Instead, Miller toils at a videogame company while O’Malley revels in his glory days as a college quarterback. 

Miller takes it on the chin when his colleagues reject his pitch for a new videogame featuring cops in real life situations.

After they attend a costume party where many of the college friends are in attendance, both Miller and O’Malley, dressed authentically as cops, are hit with the reality that their lives didn’t quite turn out like they planned.

However, as they walk down the street after leaving the party, it’s quite clear that everyone, including real cops, thinks the two friends are actual cops. The two become chick magnets while O’Malley is filled with a sudden sense of power.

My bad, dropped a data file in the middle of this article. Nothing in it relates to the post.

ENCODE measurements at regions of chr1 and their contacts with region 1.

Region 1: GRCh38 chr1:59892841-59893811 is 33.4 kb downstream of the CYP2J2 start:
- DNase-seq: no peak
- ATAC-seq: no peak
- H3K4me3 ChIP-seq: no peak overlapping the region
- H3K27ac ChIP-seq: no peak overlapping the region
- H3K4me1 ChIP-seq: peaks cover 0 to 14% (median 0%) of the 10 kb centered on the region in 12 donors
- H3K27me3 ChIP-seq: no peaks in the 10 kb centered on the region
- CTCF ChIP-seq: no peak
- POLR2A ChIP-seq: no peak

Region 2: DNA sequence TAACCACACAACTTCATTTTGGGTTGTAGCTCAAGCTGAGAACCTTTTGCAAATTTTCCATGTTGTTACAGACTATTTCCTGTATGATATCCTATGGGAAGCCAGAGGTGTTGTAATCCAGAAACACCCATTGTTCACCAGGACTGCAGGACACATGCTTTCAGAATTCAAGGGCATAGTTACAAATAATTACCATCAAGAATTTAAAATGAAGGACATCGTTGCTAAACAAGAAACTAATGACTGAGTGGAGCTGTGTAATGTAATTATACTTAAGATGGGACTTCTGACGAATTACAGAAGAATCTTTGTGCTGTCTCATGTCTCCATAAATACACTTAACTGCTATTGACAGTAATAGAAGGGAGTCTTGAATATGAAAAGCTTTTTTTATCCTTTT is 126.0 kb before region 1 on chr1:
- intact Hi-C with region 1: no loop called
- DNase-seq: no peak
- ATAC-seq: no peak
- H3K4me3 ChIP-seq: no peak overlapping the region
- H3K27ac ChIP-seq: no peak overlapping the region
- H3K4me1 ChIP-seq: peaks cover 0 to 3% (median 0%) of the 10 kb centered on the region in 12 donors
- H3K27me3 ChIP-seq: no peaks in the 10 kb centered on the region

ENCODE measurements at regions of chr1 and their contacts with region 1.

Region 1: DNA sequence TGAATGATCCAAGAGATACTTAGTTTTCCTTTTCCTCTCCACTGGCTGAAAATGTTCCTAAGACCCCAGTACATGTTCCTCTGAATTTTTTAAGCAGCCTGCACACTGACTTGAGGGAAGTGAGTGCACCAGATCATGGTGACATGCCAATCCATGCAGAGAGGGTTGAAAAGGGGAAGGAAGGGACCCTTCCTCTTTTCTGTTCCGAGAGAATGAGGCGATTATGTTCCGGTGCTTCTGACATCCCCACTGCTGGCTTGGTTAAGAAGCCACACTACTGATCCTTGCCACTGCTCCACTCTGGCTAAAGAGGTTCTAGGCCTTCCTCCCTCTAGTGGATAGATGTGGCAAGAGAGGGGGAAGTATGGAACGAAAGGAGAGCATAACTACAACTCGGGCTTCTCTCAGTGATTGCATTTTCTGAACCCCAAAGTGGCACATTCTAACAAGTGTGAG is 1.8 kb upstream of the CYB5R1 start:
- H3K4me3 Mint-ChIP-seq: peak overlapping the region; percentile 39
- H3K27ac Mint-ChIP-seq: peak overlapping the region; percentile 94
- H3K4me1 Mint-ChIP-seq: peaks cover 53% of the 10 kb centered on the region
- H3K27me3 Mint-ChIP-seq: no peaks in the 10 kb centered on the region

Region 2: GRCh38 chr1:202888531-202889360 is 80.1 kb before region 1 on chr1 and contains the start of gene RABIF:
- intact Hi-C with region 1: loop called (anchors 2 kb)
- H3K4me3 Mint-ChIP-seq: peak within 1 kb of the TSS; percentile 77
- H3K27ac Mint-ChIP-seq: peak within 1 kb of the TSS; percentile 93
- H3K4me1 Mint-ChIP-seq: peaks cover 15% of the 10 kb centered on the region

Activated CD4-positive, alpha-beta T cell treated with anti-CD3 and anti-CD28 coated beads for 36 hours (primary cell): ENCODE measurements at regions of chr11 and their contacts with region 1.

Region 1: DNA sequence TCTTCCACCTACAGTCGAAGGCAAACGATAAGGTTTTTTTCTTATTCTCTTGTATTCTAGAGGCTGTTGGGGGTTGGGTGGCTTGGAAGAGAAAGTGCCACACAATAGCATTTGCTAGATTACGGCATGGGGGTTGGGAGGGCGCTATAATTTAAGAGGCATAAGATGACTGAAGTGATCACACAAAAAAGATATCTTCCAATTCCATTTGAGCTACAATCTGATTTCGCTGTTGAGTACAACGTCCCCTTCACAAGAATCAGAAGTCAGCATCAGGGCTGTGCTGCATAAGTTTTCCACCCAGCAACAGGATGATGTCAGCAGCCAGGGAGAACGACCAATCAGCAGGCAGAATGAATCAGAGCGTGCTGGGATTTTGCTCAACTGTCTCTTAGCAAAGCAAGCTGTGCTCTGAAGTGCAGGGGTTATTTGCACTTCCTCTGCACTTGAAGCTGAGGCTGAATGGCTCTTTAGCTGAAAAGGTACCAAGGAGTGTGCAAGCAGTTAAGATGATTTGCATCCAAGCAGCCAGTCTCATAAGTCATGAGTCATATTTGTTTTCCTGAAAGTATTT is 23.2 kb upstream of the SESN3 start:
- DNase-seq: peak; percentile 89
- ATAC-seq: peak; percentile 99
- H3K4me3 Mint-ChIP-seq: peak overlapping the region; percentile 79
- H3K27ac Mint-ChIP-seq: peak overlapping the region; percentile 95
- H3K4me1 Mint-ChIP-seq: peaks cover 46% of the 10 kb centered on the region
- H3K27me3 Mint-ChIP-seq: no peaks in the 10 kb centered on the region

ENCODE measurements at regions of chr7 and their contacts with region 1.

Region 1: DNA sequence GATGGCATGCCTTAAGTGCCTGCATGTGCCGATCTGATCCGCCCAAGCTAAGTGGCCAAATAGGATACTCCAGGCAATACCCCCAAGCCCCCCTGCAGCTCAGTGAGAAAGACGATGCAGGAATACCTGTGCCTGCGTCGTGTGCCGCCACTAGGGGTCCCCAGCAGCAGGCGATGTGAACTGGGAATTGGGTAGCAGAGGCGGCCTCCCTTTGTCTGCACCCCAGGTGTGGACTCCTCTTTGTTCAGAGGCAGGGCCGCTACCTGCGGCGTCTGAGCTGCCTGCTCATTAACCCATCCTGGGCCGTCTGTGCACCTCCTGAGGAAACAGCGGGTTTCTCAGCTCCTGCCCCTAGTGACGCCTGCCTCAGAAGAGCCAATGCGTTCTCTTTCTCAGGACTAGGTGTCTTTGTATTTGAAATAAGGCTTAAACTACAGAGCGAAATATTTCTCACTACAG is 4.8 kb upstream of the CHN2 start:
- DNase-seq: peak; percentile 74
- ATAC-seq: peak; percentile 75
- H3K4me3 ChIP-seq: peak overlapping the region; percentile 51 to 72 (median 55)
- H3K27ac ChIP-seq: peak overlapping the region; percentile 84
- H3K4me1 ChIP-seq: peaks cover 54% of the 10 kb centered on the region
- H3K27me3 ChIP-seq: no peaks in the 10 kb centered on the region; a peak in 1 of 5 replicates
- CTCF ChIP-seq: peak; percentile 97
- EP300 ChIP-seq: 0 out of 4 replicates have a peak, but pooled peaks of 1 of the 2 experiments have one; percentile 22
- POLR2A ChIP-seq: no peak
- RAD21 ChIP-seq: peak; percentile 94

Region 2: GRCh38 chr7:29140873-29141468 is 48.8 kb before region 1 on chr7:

Unfortunately, after they take on some bad guys, the ish gets real and Miller and O’Malley find themselves in a death and life struggle.

In the midst of the drama, Miller falls for a waitress at a local restaurant, who is also a would-be makeup artist.

The laughs are plenty in this comedic romp!

Wayans and Johnson do funny proud!

Let’s Be Cops, directed, produced and co-written by Luke Greenfield, stars Damon Wayans, Jr., Jake Johnson, Rob Riggle, Nina Dobrev, James D’Arcy, Andy Garcia and Keegan-Michael Key.

Let’s Be Cops, opening nationwide August 13, is Rated R.

On the DONLOE SCALE:  D (don’t bother), O (oh, no), N (needs work), L (likeable), O (OK) and E (excellent), Let’s Be Cops gets an O (OK).

Monday, August 11, 2014

'The Visionary Art Of JB Murray' Set For Aug. 16